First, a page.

But it is rather shocking that Amanda would take the further step and say that veganism as a moral baseline is a matter of white male privilege. I am sure that many members of The Vegan Society believe that veganism is a moral imperative. I wonder how they will feel to learn that their views are not only not shared by The Vegan Society, but that, according to the Senior Advocacy and Policy Officer of The Vegan Society, their views are racist and sexist.
That position is troubling for several reasons. First, as Amanda acknowledges, she is a white female. So it’s a bit puzzling as to how she can make such a pronouncement in the first place on behalf of people of color. Second, there are many people of color and women whose advocacy is framed by the Abolitionist Approach and who maintain that veganism is a moral imperative. Therefore, it’s a bit unclear as to how veganism as a moral baseline can be a matter of white male privilege.
Perhaps Amanda agrees with other essentialists who, as we have seen above, think that people of color and women who embrace the Abolitionist Approach to guide their advocacy can be dismissed, ignored, or declared to be “tokens.” If she does agree with them, then I am shocked that the Senior Advocacy and Policy Officer of The Vegan Society would regard people of color and women in that way.
If she does not agree with them, then I am not all clear as to what she means by saying that my position that veganism is a moral imperative is a matter of white male privilege.
There’s really no good way to interpret her position.
If she is saying that women and people of color who agree with my position don’t count, that’s obviously problematic. If she is saying that veganism as a moral imperative is not a matter of white male privilege as long as white males aren’t taking that position, then it not only renders the moral obligation incoherent but also involves the most insidious sort of identity politics—moral principles are valid or not valid dependent only on who is espousing the principles and not what it is that they are espousing. And the who is linked to race and sex or gender alone.
Or perhaps Amanda simply does not see veganism as a moral imperative concerning justice for nonhuman animals. From this statement from The Vegan Society website, Amanda seems focused on the environment and climate change:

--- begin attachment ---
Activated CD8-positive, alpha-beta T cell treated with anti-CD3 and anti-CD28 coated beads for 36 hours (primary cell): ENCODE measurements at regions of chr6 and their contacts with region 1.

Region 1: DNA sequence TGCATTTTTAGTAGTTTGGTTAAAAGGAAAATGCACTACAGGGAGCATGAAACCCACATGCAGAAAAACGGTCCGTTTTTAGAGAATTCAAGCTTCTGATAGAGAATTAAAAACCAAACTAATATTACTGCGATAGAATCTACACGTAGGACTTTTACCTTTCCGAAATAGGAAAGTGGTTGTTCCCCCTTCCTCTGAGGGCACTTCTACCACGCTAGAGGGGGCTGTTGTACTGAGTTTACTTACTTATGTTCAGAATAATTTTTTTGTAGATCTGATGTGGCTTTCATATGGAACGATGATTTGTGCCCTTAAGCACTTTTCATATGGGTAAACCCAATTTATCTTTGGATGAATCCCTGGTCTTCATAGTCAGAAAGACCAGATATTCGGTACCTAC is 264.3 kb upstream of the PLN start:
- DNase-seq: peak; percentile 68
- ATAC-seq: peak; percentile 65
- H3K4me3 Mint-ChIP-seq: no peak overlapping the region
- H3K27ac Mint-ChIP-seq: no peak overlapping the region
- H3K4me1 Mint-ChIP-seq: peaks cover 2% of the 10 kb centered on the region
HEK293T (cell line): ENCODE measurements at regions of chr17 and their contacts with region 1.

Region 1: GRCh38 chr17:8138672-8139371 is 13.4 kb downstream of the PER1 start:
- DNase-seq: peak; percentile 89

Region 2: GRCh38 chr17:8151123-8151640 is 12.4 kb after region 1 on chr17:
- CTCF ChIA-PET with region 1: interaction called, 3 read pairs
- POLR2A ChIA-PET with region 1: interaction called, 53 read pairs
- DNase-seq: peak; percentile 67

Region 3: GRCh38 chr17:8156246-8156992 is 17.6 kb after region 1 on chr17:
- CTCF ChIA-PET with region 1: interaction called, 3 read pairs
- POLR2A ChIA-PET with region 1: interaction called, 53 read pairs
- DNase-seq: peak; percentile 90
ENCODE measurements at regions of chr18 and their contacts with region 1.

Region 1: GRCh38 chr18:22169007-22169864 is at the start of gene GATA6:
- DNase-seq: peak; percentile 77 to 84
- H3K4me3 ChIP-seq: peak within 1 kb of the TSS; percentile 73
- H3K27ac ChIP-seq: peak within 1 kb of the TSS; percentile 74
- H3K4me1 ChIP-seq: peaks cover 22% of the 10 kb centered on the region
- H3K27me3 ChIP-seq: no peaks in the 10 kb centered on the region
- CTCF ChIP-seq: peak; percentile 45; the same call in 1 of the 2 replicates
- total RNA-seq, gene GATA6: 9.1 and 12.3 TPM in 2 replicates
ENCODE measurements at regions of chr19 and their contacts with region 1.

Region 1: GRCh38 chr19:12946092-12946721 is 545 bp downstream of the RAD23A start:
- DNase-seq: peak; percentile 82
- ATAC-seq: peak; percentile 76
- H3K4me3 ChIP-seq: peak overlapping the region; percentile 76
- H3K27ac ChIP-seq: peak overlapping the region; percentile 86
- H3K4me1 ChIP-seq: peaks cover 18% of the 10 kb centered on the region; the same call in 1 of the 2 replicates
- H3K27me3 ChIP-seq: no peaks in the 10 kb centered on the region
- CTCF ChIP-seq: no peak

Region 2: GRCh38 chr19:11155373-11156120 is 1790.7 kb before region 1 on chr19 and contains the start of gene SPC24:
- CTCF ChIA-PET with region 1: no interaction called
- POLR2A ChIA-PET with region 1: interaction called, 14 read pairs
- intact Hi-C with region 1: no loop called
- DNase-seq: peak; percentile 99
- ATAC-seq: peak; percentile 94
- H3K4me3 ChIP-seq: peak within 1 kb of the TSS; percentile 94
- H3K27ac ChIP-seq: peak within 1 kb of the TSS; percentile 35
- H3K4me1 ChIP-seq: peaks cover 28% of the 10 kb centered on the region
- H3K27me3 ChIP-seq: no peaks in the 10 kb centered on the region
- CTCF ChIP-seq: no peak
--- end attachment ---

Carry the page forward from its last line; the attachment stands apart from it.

WHY VEGAN? “Everything I believe in has increasingly aligned with vegan as a solution; but it was the environment and climate change that gave me the reason to fully commit to vegan living.” – Amanda
But even if Amanda does not think that veganism is a moral baseline, you would think that she would at least be mindful that many people, probably including members of The Vegan Society, do regard veganism as a moral imperative, and that she would not think it a good idea to slag them off as racists and sexists.
Or perhaps Amanda was just plain pandering to folks (or “folx”) and was not acting out of any principle. Perhaps Amanda saw this controversy as an opportunity to attack me in an ad hominem way because I have been critical of The Vegan Society.
As I am not sure what why Amanda is taking this position, or what the position of The Vegan Society is concerning such troubling statements made by its Senior Advocacy and Policy Officer, I have written to The Vegan Society to ascertain exactly what is going on. Despite several emails to Jasmijn de Boo, CEO of The Vegan Society, I have received no reply. I was informed by Bob Linden of Go Vegan Radio that Bob invited Jasmijn and Amanda to come onto his show to discuss this matter. As far as I am aware, Bob has not had a reply.
In any event, one of the BVR Board members, Christopher-Sebastian McJetters (who, when I spoke with him, indicated that he preferred to be called “Sebastian”), weighed in on one of Amanda’s comments. In response to Amanda’s claim that my essay was merely a 9,000 word expression of my “privileges,” Sebastian said that he thought that Amanda’s “shortened version is much more succinct.”
Here’s a screenshot:
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A preliminary question of interest is why Amanda, a white, middle-class, highly educated person has a position that should not automatically be dismissed by Sebastian as reflecting her privileges. Let’s put that to one side for the time being.
I was under the impression that Sebastian agreed that veganism was a moral imperative. But if that were the case, he would not have said that my position was merely an expression of my privileges as he would share the position. He would have agreed that BVR and some of his colleagues on the BVR Board did, indeed, take positions that smacked of speciesism, and he would have been concerned about that.
I was, however, apparently mistaken and it appears as though Sebastian, like Harper, Aph Ko, and others involved in BVR, does not believe that veganism is a moral imperative. In that case, how can my position merely be a matter of my “privileges” because there are plenty of people of color who share my position. Sebastian may disagree with all of us, but there is nothing about the anti-speciesist position that veganism is a moral baseline that is a matter of privileges.